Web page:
The prototyping department then made a better hardware platform for Wallington and his team who continued making user interface iterations for it using Adobe Director. “While the interface could potentially be used to control many things we wanted to purely focus on digital audio. Similarly, we explored its position and use in day to day scenarios with a remote control,” says Wallington. “We wanted the product to have a very clear and definite purpose and we wanted to develop a known product category rather than create a new one.”
It was only at this point that the concept was presented to top management who agreed that it could be made into a B&O product. The designer Anders Hermansen, who had previously worked on B&O’s earset and earphone products, then came onboard. “The designer was concerned with the use of buttons on the early prototypes to select between navigation options,” says Wallington. “He perceived an issue in two handed operation as the user may have a glass of wine in one hand. Due to this the navigation options were then selected by a lever under the wheel that points to the option on screen. This also gave a good interface benefit as the physical buttons could constrain us in future updates and the lever is far more flexible.” In developing this lever idea some new test prototypes were made using smashed up joysticks to simulate the lever input.
Working in harmony
Together with the designer a team of concept and user interface developers, mechanical and electrical engineers, software developers, production planners and many others became involved in the project. “We were trying to speed things up by working in parallel and taking in all relevant inputs into account in the very early stages of the development,” explains Jorgen Daucke, concept manager in IdeaFactory. “It was a tough job because we had to optimise mechanics, optical encoding, player software at the same time as finding the right design expression and make it hang together with moving graphics on the screen.
“The job was to make the covers and tags stick to the wheel in a convincing one-to-one manner. In my opinion we succeeded in not making a display with a wheel – we made a wheel with a display instead.”
This was very much a prototype-focussed project and having a small prototype department in-house was hugely beneficial in executing one off models in order to gain hands on experience. “The interplay between Pro/Engineer and fast [rapid] prototyping is very helpful, but from a concept manager’s viewpoint it can never be fast enough,” comments Daucke. “When you build models you have to have a clear focus as to what they must show – is it a design model, an interface prototype, a display/front glass model, a tactile response model?
“If you try to build it all together in one model during the early stages of development complexities will arise and delays will occur. The trick is to keep models simple and independent if possible.
As much of the project had to happen in parallel the various prototypes also added communication between all those involved. “I would argue that the development of the product was very centred around prototypes – the nature of the product requires function, interface, design and mechanics to hang together and a combined prototype was the best way to communicate,” he says.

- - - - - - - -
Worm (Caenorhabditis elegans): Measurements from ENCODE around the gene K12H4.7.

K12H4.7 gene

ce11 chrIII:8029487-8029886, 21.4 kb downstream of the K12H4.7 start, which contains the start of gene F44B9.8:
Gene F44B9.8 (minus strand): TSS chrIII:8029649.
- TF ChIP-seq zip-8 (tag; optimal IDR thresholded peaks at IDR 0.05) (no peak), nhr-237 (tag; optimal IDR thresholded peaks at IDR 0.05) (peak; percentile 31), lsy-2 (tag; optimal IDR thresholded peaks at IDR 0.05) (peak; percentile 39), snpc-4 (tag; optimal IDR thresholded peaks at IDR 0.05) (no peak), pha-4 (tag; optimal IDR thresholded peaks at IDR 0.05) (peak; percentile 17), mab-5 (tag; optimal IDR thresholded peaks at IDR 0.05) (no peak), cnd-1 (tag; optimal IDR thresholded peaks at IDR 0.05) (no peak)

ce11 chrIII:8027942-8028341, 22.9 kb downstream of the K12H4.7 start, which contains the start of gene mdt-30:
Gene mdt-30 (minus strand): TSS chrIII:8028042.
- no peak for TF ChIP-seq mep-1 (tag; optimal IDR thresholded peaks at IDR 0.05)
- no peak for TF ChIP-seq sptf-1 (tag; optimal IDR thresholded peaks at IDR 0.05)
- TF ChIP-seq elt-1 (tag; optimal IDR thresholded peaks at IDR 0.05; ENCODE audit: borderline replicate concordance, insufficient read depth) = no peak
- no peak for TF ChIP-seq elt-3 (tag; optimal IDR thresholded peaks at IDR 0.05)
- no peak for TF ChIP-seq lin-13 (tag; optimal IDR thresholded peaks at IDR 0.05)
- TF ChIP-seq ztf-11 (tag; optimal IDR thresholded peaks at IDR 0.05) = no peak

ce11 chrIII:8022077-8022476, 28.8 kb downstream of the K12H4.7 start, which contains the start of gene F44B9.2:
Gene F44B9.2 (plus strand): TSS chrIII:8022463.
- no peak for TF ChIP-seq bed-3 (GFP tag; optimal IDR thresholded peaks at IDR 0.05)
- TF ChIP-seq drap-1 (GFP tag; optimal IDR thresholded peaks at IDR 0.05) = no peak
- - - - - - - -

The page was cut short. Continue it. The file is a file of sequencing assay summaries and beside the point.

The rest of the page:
Once the designer had refined his design and the user interface team had completed the final function space the project was then handed over to the R&D department for more detailed development. From here the BeoSound 5 went to manufacture, was revealed to the public last November and will be available to buy from one of B&O’s 1,200 exclusive retail stores starting this month. The company obviously has high hopes for this product with B&O’s CEO Kalle Hvidt Nielsen referring to it as a “breakthough product” at the launch.
“I think it is fair for Kalle to describe the BeoSound 5 as a breakthrough product, there really is nothing else like it,” says Wallington. “It has really challenged the conception that the home stereo product position is invalid due to computers and media centres.
“We feel that it is very much a living room/home product that has managed to take the benefits from the PC environment without the PC tone of voice. One of the best compliments I have heard as a developer on this product was that it is “very B&O”, and that is hard to describe.”
However, like many companies B&O has also been affected by the current global economic slowdown. As part of its Pole Position strategy plan announced last October, the company is currently streamlining its product development to make it possible to increase the number of product launches. Nielsen argues that stronger product concepts are needed in B&O stores to improve turnover and he is confident that these are already in the pipeline. However, this has meant that as many as 220 employees in Denmark and abroad have had to be laid off. Although regrettable, Nielsen said in a statement released during January that B&O has no choice but to adapt to changes in the market and the current economic situation.
However, despite the climate Wallington says that B&O is still one of the most exciting places to work at the moment from a concept viewpoint. He feels that the whole AV category is undergoing a major shift due to digital technology and this presents an opportunity for B&O. “The things that originally motivated me to work for the company were the quality and the distribution chain. If you are working a lot with ideas you want to see them made well. Also, the Bang & Olufsen shops mean you can come up with genuinely new product concepts as there is a space and knowledgeable staff to introduce and communicate these,” says Wallington.
“These are still key for me in terms of working for the company however after a few years here I would also add that it is a company that respects individuals, allows them to grow and define their own role.”